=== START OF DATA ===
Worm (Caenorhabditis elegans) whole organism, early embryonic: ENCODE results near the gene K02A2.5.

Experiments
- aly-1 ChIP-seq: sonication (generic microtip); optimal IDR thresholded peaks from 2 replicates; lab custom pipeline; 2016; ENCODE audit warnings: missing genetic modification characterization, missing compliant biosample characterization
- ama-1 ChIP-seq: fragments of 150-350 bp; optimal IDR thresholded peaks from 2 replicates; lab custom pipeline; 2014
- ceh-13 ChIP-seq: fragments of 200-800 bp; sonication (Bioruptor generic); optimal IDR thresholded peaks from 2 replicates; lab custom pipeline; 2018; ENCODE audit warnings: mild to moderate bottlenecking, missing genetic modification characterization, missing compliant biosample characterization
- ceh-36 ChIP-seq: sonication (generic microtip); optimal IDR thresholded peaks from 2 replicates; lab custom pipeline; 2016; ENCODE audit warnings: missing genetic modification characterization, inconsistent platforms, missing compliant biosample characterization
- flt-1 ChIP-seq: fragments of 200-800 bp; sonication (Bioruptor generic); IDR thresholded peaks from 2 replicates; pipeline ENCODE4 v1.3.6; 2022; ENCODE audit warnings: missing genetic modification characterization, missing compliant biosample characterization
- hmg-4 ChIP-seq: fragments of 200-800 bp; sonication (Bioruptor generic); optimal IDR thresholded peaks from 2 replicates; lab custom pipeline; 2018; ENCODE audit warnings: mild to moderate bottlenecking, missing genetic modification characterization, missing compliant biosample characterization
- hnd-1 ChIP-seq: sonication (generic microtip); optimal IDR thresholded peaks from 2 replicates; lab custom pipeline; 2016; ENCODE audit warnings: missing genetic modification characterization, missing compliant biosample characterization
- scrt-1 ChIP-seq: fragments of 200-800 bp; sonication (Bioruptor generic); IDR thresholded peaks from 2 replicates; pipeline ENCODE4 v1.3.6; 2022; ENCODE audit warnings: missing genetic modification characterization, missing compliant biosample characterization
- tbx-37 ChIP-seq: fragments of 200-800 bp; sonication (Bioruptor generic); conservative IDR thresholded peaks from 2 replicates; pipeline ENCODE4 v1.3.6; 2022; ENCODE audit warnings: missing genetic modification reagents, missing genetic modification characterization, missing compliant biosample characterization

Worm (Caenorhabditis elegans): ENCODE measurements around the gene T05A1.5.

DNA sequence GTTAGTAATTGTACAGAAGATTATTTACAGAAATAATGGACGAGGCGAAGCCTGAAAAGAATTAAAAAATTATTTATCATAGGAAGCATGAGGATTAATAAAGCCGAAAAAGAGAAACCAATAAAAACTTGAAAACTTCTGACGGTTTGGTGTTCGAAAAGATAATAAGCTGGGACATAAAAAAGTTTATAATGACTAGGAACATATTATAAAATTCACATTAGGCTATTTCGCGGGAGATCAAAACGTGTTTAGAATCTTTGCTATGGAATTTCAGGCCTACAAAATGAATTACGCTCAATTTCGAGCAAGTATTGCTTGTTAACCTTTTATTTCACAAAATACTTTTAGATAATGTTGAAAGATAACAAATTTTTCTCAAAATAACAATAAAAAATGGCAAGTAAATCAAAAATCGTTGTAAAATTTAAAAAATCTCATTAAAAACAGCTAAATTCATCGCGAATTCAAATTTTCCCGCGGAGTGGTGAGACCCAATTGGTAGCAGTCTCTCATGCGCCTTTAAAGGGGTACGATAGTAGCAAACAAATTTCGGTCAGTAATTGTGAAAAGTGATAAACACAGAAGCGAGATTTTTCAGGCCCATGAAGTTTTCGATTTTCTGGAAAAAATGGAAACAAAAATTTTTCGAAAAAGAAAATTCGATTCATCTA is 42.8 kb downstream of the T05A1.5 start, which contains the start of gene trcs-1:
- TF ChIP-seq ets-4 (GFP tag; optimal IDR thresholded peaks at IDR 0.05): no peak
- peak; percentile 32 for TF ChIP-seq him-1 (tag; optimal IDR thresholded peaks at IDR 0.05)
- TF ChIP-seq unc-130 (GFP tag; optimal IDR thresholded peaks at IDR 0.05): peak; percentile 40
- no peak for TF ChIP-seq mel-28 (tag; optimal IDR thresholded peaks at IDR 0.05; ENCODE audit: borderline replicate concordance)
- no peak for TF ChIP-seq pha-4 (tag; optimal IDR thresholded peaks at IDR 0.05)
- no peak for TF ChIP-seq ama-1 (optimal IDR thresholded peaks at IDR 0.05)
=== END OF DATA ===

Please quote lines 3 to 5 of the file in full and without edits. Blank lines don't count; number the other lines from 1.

- aly-1 ChIP-seq: sonication (generic microtip); optimal IDR thresholded peaks from 2 replicates; lab custom pipeline; 2016; ENCODE audit warnings: missing genetic modification characterization, missing compliant biosample characterization
- ama-1 ChIP-seq: fragments of 150-350 bp; optimal IDR thresholded peaks from 2 replicates; lab custom pipeline; 2014
- ceh-13 ChIP-seq: fragments of 200-800 bp; sonication (Bioruptor generic); optimal IDR thresholded peaks from 2 replicates; lab custom pipeline; 2018; ENCODE audit warnings: mild to moderate bottlenecking, missing genetic modification characterization, missing compliant biosample characterization